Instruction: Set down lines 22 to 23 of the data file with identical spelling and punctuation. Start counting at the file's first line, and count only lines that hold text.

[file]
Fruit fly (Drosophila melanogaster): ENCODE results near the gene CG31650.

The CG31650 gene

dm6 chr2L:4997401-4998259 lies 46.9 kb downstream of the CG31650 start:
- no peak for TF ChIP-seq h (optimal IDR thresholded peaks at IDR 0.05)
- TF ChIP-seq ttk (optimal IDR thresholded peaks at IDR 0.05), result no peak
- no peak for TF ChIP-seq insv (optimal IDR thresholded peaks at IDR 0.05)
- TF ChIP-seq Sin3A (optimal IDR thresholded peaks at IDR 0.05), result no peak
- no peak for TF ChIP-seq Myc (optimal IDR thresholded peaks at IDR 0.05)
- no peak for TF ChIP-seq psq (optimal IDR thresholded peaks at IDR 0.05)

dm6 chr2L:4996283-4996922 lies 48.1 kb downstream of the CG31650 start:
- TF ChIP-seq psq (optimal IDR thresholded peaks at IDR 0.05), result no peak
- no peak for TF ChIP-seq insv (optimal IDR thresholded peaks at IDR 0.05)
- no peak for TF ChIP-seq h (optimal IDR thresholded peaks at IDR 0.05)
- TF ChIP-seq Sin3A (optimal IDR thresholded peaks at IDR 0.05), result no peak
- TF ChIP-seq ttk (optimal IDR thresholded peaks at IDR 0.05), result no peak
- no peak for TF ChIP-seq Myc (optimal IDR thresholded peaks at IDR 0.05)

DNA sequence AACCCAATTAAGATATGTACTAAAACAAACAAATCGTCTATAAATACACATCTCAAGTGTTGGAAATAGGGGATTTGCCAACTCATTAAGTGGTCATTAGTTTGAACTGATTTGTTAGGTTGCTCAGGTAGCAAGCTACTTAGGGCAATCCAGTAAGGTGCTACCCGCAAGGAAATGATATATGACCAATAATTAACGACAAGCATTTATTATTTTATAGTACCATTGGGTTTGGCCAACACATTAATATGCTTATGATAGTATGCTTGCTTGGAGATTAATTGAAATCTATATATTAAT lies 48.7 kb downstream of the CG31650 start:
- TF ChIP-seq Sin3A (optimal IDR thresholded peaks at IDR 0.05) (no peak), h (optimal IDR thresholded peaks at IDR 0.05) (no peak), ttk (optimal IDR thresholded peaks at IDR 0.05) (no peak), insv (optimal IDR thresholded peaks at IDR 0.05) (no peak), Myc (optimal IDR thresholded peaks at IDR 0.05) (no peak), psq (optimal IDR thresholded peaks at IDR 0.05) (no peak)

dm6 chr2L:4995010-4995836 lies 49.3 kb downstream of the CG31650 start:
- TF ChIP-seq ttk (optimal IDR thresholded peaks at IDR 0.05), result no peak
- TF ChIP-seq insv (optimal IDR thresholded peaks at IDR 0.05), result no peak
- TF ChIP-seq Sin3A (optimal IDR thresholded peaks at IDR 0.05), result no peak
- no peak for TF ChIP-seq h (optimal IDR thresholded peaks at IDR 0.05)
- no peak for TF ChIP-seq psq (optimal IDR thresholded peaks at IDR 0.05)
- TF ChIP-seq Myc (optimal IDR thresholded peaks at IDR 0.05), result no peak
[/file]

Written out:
- TF ChIP-seq Sin3A (optimal IDR thresholded peaks at IDR 0.05), result no peak
- no peak for TF ChIP-seq h (optimal IDR thresholded peaks at IDR 0.05)